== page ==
Topics include:
  • How flash works
  • Balancing ambient light and flash
  • Understanding flash ranges and modes
  • When to use fill flash
  • Using an external flash
  • Bouncing flash to improve light
  • Building up multiple flash images
  • Purchasing a flash
Subject:
Photography
Author:
Ben Long

The third flash as a backlight

The third light in our three point lighting system is going to be a backlight. Sometimes that's called a hair light or a rim light. So we've got our key, that's putting the main dose of light on Stephen. We've got a fill that's filling in the shadows. What we want is some light behind him to create some kind of highlight around his body so that he sets off from the background. And on a background like this, where we're against white, he stands out pretty well. But still we can add some highlighting around the edges of him. That'll really give him more depth a and dimension and that would really be critical if there was stuff in the background but even against a white background its going to matter.

I keep looking up in the sky here because I have already positioned. My backlight. I've taken this light stand here and it's up way high pointing down. I've got it up high like that mostly to keep it out of the shot. As I'm shooting I don't want to see a light stand up there. So I've gotta sneak a light in from somewhere so I've got it way up there. Now you may go, well great I don't have a light stand like that. And this is a very nice light stand. It's one of the great advantages of shooting in a nice studio. There are other options though. If you're just shooting in your house There all sorts of super clamps and things you can get that have normal amounts just like on the top of a, of a light stand that you can put a flash on.

But you can clamp this to the top of a door. Or onto some you know really nice antique molding that you could mess up really good. There all sorts of things that you can do with these. So the, there are options besides expensive stands for getting a light mounted up really high. The problem with this is the flash is turned off so I've gotta lower it and turn it back on and as for the positioning of this flash wow that thing weighs more then I thought it did as for the positioning of this flash we did a little bit of trial and error just like we did with the other flashes. And there are a few things to think about when you are positioning a back light.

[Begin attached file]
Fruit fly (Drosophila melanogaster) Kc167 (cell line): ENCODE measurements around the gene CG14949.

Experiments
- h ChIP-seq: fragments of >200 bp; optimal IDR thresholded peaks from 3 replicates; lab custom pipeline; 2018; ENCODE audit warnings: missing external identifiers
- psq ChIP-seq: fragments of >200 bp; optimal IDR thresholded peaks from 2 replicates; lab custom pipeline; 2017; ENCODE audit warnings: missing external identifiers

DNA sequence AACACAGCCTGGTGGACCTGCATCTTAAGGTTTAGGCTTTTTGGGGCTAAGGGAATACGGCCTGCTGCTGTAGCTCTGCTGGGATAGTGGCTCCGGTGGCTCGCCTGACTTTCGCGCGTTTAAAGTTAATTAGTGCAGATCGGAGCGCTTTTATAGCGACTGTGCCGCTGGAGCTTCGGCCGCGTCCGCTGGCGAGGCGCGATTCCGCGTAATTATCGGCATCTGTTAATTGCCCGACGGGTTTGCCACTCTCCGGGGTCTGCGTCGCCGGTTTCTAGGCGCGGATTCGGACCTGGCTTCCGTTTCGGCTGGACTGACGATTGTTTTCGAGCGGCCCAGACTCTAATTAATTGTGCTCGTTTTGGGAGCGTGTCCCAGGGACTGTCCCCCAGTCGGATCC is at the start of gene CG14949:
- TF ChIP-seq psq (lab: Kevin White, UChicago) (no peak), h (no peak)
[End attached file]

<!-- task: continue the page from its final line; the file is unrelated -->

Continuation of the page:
You typically want it opposite your key light. At first, we had the back light on the same side as the key light. So we had key coming from here. With all this highlighting on the same side of his body. By moving it around here. We've got key coming from here. Fill filling in shadows and it's just nice outline along the edge of his body. so, that was a really critical decision. As for how high and how to tilt it we were simply looking at the highlights and deciding what looked best. The length of the highlight down his body whether it was simply staying on the edge of his body or wrapping around.

I didn't want any extra light on the front of him. So again it's just about positioning the light, taking a picture, looking at the results. But the things you're looking for In the positioning of all of these lights, are to look at the quality of, of the light in terms of the role that it's serving. So a key light, you want to look for the qualities of a good key light. Are you getting enough light on your subject? Is it outlining them in a good way that, that Makes them obviously the subject of the image. With a fill light, are you getting rid of shadows that you don't want? With a light like this, are you getting that rim lighting that you want? Are you getting the amount of it that you want? And are you controlling it so that it doesn't wrap around to the front on them.